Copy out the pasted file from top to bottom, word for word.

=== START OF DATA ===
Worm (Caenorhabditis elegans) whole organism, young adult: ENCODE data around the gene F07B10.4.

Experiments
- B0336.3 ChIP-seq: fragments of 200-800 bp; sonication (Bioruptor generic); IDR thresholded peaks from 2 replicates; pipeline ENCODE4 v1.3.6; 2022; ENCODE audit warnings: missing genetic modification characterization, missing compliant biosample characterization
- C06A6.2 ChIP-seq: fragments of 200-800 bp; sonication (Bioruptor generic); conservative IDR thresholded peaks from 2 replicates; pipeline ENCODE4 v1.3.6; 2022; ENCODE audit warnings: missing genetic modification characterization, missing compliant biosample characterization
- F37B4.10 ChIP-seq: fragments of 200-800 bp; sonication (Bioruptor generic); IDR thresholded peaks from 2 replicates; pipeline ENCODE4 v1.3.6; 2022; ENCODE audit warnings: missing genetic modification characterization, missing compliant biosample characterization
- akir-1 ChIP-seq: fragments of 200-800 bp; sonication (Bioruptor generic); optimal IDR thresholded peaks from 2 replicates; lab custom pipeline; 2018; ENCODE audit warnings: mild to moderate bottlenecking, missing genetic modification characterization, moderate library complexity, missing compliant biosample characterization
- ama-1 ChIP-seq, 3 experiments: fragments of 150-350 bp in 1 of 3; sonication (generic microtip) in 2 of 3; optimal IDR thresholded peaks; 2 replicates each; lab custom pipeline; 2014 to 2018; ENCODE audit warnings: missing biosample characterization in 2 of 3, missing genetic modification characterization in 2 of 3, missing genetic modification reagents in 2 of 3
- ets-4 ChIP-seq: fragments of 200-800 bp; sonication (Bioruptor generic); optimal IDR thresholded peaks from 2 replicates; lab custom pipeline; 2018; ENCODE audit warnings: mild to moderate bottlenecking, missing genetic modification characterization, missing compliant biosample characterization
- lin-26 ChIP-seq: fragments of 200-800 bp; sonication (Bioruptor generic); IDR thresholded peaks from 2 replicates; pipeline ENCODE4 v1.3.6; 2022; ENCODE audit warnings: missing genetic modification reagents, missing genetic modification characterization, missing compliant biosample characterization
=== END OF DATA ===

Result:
Worm (Caenorhabditis elegans) whole organism, young adult: ENCODE data around the gene F07B10.4.

Experiments
- B0336.3 ChIP-seq: fragments of 200-800 bp; sonication (Bioruptor generic); IDR thresholded peaks from 2 replicates; pipeline ENCODE4 v1.3.6; 2022; ENCODE audit warnings: missing genetic modification characterization, missing compliant biosample characterization
- C06A6.2 ChIP-seq: fragments of 200-800 bp; sonication (Bioruptor generic); conservative IDR thresholded peaks from 2 replicates; pipeline ENCODE4 v1.3.6; 2022; ENCODE audit warnings: missing genetic modification characterization, missing compliant biosample characterization
- F37B4.10 ChIP-seq: fragments of 200-800 bp; sonication (Bioruptor generic); IDR thresholded peaks from 2 replicates; pipeline ENCODE4 v1.3.6; 2022; ENCODE audit warnings: missing genetic modification characterization, missing compliant biosample characterization
- akir-1 ChIP-seq: fragments of 200-800 bp; sonication (Bioruptor generic); optimal IDR thresholded peaks from 2 replicates; lab custom pipeline; 2018; ENCODE audit warnings: mild to moderate bottlenecking, missing genetic modification characterization, moderate library complexity, missing compliant biosample characterization
- ama-1 ChIP-seq, 3 experiments: fragments of 150-350 bp in 1 of 3; sonication (generic microtip) in 2 of 3; optimal IDR thresholded peaks; 2 replicates each; lab custom pipeline; 2014 to 2018; ENCODE audit warnings: missing biosample characterization in 2 of 3, missing genetic modification characterization in 2 of 3, missing genetic modification reagents in 2 of 3
- ets-4 ChIP-seq: fragments of 200-800 bp; sonication (Bioruptor generic); optimal IDR thresholded peaks from 2 replicates; lab custom pipeline; 2018; ENCODE audit warnings: mild to moderate bottlenecking, missing genetic modification characterization, missing compliant biosample characterization
- lin-26 ChIP-seq: fragments of 200-800 bp; sonication (Bioruptor generic); IDR thresholded peaks from 2 replicates; pipeline ENCODE4 v1.3.6; 2022; ENCODE audit warnings: missing genetic modification reagents, missing genetic modification characterization, missing compliant biosample characterization